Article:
For example, when describing a whole edifice, Napkin Sketches are often low-fidelity shadows of an idea - conveying the tone, air, and spirit of a proposal. Here’s Daniel Libeskind’s Napkin Sketch of the Royal Ontario Museum in Toronto with the finished building shown below:

Daniel Libeskind - ROM Napkin Sketch - Retrieved from

Daniel Libeskind - ROM Napkin Sketch - Retrieved from

© Elliot Lewis Photography - retrieved from

© Elliot Lewis Photography - retrieved from

The sketch is so successful in its execution that any Torontonian could tell immediately that Libeskind’s ‘scribble’ is the ROM. Even more impressive is that Libeskind’s initial proposal for the project consisted solely of a set of eleven napkins, one of which is pictured above.

The Napkin Sketch in Industrial Design

As the subject’s scale diminishes and its tactility increases, the level of detail of the Napkin Sketch rises. Take this sketch of the eero WiFi router by Fred Bould - he describes and explores the shape, material, branding, and use features for the router with enviable grace and ease:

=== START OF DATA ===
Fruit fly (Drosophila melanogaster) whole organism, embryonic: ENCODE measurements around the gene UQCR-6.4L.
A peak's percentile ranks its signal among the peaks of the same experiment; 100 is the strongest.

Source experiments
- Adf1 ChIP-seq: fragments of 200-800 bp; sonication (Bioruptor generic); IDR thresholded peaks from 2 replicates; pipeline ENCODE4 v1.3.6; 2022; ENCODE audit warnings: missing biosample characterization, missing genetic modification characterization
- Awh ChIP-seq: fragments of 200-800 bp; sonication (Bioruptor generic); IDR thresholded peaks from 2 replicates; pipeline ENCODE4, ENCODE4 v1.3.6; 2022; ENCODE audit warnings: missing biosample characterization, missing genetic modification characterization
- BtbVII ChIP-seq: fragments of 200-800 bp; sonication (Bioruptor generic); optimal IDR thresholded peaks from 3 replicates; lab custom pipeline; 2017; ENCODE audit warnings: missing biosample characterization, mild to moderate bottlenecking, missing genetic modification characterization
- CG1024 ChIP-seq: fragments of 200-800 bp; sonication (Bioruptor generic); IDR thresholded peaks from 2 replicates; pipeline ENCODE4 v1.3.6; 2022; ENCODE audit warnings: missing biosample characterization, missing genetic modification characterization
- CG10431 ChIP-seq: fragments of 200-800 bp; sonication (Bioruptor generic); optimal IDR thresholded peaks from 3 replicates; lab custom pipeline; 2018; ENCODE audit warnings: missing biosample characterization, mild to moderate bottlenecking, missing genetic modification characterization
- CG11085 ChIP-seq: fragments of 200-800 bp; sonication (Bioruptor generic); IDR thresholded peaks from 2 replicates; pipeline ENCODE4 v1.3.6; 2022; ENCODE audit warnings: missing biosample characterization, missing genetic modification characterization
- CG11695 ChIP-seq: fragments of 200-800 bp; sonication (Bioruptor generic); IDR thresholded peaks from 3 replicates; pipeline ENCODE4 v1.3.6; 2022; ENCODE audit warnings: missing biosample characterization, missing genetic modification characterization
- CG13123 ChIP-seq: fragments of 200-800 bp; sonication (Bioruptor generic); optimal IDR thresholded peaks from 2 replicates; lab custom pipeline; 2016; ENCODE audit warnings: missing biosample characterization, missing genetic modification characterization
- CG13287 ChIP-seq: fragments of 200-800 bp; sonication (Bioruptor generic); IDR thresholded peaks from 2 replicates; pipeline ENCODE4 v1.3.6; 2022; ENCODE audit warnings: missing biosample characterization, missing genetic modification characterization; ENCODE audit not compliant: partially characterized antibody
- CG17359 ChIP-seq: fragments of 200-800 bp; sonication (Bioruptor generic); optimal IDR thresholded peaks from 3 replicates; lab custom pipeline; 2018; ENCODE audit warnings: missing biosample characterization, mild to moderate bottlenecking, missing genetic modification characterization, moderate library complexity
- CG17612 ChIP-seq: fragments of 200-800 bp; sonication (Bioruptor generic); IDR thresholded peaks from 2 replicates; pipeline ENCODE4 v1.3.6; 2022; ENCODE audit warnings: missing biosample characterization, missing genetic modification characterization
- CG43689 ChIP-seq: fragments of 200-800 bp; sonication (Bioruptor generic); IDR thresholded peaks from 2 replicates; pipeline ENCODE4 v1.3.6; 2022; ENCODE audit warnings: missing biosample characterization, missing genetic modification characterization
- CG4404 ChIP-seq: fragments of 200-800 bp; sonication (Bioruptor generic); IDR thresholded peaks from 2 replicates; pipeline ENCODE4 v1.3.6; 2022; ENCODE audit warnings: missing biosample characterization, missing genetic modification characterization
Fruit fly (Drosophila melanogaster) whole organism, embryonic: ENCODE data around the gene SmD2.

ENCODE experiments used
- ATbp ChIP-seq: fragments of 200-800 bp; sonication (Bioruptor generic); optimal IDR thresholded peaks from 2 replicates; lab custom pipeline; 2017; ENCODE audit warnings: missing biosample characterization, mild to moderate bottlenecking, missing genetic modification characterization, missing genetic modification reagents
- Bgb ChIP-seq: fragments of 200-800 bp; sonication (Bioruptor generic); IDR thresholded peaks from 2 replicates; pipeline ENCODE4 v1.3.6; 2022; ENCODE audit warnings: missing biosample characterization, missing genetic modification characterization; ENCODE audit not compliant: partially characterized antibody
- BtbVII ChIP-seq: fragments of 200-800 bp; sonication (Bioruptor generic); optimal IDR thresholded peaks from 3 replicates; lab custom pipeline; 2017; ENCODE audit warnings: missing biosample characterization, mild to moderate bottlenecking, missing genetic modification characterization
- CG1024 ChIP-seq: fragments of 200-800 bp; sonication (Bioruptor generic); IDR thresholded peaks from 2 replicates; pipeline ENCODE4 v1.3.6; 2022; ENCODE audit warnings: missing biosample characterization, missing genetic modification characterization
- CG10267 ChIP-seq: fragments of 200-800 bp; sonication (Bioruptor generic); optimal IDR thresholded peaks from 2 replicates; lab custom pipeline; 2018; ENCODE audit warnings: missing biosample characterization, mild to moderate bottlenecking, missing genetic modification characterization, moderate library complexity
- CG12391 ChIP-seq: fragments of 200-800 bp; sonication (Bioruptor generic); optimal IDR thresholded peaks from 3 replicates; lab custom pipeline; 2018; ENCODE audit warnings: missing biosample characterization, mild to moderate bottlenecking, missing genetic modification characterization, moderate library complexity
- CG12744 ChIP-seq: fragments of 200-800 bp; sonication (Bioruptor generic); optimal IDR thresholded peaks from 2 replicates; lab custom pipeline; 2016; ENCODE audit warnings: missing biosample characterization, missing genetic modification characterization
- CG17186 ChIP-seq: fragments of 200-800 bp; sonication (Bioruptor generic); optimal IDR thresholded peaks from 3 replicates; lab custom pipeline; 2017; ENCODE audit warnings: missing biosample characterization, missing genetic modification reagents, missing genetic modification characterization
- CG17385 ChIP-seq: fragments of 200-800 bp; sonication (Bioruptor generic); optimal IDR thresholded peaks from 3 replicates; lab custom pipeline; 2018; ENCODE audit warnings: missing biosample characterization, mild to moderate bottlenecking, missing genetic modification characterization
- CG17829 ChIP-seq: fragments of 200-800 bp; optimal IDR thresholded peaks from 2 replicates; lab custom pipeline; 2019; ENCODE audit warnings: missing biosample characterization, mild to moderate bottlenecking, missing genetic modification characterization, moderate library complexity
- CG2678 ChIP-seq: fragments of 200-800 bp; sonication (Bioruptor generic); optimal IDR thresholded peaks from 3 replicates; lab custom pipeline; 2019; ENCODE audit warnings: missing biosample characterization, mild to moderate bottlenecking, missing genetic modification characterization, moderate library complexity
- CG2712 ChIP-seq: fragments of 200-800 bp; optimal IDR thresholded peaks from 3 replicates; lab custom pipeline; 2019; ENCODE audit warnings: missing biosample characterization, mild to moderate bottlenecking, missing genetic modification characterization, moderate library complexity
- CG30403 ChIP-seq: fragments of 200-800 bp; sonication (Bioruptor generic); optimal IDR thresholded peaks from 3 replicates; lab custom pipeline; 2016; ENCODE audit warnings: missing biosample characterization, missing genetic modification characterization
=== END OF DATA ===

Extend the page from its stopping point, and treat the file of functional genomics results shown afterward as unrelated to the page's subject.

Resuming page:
Fred Bould - Eero Router - Dwell, Vol. 15 Issue 07 - retrieved from

Fred Bould - Eero Router - Dwell, Vol. 15 Issue 07 - retrieved from

The final product embodies the grace of the sketch, barely drifting from Bould’s simple illustration:

eero router - retrived from

eero router - retrived from

The Napkin Sketch in Systems Design

There is an ongoing gag in Silicon Valley that all you need to make your fortune is a rough idea (i.e. Napkin Sketch), and a garage:

Robert Zeidman -  Entrepreneurs' Napkin  - Photo by Mark Richards - retrieved from